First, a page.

Over the past two years, the Museum für Naturkunde underwent a process of change and reflection, moving towards an open, integrated research museum. This is not to say that the process is now complete – on the contrary, we are just beginning!
To mark this new beginning, we have developed a new logo and corporate design to convey our views and values.
When talking about the Museum für Naturkunde, we usually don’t mean just the building, but also our thriving community of staff members. All of them were involved in shaping this transformation process on the basis of our common cause – nature. Für Natur is what we stand for, so we all signed with our names, and our signatures have become part of the logo. These signatures are meant to inspire beyond the Museum itself and encourage our visitors and politics and industry to reflect how they can contribute to the survival of nature.
We are the Leibniz Institute for Biodiversity and Evolution Research and stand in the tradition of great naturalists, such as Alexander von Humboldt, whose biography is closely linked with our history. His thinking has left its mark on our endeavour:
"Nature, seen through the intellect, is unity in diversity, the abundance that meets our senses in a variety of shapes and blends, the essence of things of nature and the forces of nature, as one living whole. The most important result of meaningful scientific research is therefore to recognise unity in the diverse, to comprehend in an individual everything that has been revealed to us through recent discoveries, scrutinise every detail without succumbing to the abundance of detail. We must not forget that it is man’s sublime destination to seize the spirit of nature that lies under the veil of its physical appearances. In this way, we can overcome the narrow world we experience through our senses and, by understanding nature, we may succeed in mastering the raw material of empirical study through our ideas ." – Alexander von Humboldt, Cosmos. First Volume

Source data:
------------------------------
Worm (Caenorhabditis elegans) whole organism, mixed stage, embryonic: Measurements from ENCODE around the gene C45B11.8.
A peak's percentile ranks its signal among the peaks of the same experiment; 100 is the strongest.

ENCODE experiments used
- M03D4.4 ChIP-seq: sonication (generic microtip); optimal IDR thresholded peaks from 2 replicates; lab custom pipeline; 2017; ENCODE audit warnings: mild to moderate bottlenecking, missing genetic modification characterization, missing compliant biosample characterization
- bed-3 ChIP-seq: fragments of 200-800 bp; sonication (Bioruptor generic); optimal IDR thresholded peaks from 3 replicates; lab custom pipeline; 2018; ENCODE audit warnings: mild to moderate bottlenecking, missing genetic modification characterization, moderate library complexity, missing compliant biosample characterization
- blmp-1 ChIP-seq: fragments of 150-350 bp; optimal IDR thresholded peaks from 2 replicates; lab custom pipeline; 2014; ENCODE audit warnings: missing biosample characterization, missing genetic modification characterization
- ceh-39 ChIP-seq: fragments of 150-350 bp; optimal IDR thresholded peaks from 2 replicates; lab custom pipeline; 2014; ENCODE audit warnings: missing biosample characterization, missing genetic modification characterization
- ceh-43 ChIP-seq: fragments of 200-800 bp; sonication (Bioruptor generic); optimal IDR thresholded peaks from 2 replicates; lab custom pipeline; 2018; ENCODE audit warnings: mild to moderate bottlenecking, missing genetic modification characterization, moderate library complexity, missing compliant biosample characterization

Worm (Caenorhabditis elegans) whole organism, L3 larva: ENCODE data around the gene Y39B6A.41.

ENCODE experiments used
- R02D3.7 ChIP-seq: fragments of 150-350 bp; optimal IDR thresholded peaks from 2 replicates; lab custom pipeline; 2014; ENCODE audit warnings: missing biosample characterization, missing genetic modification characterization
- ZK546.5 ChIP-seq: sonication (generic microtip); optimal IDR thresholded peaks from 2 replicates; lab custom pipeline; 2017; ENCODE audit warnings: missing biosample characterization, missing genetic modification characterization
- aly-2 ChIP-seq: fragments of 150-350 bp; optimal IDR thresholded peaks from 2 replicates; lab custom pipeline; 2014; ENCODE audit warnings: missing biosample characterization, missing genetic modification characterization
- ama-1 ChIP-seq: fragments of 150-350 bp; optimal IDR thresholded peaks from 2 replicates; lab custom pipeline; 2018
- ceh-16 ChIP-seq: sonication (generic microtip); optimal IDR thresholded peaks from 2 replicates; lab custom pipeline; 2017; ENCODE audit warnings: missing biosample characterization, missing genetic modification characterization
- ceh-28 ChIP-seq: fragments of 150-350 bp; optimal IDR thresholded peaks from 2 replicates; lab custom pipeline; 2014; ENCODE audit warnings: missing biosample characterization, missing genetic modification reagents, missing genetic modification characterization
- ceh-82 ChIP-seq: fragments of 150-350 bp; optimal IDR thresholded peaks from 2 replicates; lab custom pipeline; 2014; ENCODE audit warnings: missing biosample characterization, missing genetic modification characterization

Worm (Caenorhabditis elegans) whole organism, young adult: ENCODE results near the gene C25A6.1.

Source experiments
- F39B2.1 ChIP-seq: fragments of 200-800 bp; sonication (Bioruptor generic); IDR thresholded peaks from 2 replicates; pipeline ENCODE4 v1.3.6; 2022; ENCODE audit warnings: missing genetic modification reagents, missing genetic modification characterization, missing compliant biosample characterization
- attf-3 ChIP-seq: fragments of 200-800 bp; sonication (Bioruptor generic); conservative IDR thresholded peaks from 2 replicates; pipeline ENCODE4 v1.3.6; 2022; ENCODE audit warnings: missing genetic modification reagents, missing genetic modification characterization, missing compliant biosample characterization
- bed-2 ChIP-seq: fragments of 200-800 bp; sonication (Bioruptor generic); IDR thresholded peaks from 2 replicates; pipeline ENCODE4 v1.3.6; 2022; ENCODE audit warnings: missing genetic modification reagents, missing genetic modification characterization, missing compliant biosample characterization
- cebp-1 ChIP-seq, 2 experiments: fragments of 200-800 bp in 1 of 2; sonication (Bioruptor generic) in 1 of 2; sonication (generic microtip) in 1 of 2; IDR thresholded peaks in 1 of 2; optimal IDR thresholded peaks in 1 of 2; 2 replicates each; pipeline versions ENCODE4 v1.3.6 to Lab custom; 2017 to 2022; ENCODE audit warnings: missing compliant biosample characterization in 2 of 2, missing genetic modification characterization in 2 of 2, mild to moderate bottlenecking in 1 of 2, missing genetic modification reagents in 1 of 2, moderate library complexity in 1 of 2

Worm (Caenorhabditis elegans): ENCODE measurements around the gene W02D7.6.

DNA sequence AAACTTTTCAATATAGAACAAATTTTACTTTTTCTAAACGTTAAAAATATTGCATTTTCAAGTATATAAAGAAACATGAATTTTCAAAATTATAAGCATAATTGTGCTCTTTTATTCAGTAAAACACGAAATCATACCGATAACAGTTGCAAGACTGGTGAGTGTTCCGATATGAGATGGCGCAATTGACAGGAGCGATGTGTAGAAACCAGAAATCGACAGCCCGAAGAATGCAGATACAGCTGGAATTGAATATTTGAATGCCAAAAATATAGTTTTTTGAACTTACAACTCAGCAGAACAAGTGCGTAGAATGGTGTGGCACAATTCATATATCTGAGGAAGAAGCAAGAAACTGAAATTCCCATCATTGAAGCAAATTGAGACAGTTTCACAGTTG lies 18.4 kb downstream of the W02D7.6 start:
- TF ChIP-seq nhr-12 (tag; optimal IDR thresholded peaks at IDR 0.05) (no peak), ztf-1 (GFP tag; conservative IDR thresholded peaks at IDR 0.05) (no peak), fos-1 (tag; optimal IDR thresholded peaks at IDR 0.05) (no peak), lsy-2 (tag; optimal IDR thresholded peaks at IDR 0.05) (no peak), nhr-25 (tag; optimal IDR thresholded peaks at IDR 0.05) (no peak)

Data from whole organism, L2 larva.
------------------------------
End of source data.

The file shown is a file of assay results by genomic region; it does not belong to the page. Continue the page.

This is why his signature stands for all of us and the cause of nature.